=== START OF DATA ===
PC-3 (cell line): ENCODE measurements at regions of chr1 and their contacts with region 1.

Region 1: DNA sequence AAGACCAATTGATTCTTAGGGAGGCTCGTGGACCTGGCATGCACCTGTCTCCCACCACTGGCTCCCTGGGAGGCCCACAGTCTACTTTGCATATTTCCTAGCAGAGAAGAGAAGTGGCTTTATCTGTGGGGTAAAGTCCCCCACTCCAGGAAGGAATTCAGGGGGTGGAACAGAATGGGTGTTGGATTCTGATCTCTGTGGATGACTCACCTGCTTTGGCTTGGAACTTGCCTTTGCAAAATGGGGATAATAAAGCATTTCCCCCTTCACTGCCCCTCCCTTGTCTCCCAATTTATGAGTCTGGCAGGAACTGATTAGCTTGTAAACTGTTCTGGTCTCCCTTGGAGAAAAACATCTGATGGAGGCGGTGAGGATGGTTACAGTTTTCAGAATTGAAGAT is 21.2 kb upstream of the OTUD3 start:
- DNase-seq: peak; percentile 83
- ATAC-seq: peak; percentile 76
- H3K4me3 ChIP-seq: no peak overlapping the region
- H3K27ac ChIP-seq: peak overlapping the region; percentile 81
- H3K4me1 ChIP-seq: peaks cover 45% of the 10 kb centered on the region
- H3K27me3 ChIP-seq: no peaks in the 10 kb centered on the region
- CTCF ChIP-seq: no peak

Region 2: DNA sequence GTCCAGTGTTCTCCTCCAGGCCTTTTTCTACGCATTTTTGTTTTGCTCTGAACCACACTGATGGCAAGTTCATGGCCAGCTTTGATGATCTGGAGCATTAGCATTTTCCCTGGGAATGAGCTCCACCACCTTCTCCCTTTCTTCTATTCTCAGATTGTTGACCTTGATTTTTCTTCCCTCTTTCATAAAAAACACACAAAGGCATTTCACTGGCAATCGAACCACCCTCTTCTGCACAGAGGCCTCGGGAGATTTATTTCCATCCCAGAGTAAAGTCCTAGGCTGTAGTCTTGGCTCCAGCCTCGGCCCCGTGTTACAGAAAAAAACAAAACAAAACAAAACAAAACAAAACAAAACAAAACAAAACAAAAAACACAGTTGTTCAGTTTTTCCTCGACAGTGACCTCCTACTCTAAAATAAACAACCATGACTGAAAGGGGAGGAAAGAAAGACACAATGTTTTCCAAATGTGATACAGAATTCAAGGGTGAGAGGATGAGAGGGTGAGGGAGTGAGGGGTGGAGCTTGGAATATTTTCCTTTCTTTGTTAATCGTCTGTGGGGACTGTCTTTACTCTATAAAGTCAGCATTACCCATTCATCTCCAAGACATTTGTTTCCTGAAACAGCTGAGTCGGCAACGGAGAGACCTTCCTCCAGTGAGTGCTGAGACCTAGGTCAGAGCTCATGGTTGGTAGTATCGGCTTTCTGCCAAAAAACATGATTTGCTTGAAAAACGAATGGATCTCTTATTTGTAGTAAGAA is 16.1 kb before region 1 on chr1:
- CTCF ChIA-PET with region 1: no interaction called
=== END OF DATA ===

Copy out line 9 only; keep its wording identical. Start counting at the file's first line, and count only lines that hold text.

- CTCF ChIP-seq: no peak